Date of Award
Doctor of Philosophy (PhD)
Ernest J. Petersson
The amino acid acridon-2-ylalanine (Acd) can be a valuable probe of protein dynamics either alone or as part of a Förster resonance energy transfer (FRET) or photo-induced electron transfer (eT) probe pair. We have previously reported the genetic incorporation of Acd by an aminoacyl tRNA synthetase (RS). However, this RS, developed from a library of permissive RSs, also incorporates N-phenyl-amino-phenylalanine (Npf), a trace byproduct of one Acd synthetic route. We have performed negative selections in the presence of Npf and analyzed the selectivity of the resulting AcdRSs by in vivo protein expression and detailed kinetic analyses of the purified RSs. We find that selection conferred a ~50-fold increase in selectivity for Acd over Npf, eliminating incorporation of Npf contaminants, and allowing one to use a high yielding Acd synthetic route for improved overall expression of Acd-containing proteins. More generally, our report also provides a cautionary tale on the use of permissive RSs, as well as a strategy for improving selectivity for the target amino acid.
In spite of its utility for studying proteins by fluorescence spectroscopy, Acd can potentially be improved by making it longer wavelength or brighter. We reported the synthesis of Acd core derivatives and their photophysical characterization. We also performed ab initio calculations of the absorption and emission spectra of Acd derivatives, which agree well with experimental measurements. The amino acid aminoacridonylalanine (Aad) was synthesized in forms appropriate for genetic incorporation and peptide synthesis. We show that Aad is a superior FRET acceptor to Acd in a peptide cleavage assay, and that Aad can be activated by an aminoacyl tRNA synthetase for genetic incorporation. Together, these results show that we can use computation to design enhanced Acd derivatives which can be used in peptides and proteins.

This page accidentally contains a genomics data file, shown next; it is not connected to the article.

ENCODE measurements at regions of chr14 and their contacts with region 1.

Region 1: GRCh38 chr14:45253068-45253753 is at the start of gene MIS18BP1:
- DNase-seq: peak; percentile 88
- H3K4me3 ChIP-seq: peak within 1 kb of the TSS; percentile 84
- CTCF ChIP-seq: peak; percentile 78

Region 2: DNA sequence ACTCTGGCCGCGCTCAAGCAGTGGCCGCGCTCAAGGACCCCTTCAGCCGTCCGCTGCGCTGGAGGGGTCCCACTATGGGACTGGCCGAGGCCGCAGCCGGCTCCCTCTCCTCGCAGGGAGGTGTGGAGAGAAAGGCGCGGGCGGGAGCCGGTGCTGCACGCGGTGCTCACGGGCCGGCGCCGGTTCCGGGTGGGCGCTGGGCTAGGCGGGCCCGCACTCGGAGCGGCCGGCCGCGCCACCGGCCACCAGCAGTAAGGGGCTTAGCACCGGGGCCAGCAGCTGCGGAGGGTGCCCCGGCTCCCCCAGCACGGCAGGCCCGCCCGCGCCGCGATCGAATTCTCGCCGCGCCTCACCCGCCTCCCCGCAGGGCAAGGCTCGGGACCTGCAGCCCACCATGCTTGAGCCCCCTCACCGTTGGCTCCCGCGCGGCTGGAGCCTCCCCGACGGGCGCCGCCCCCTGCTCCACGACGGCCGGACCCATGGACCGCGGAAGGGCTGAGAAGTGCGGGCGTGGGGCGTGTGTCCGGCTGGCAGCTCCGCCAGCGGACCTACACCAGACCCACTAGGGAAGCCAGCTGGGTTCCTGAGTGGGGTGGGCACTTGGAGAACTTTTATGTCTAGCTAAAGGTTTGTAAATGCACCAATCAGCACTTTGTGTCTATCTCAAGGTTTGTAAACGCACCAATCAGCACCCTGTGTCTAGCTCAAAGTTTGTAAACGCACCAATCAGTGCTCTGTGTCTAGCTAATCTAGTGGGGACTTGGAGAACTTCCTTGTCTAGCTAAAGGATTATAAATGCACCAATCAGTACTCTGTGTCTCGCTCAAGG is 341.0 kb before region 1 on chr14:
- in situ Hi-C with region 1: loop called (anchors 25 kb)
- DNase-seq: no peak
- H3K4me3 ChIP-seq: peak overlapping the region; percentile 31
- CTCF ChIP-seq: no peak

Finally, the Aad synthesis has been improved and it will be further tested in vivo incorporations into proteins, and alkylated Aad core analogs show improved brightness making their use as amino acids promising.
Sungwienwong, Itthipol, "The Development Of Intrinsically Fluorescent Unnatural Amino Acids For In Vivo Incorporation Into Proteins" (2018). Publicly Accessible Penn Dissertations. 3037.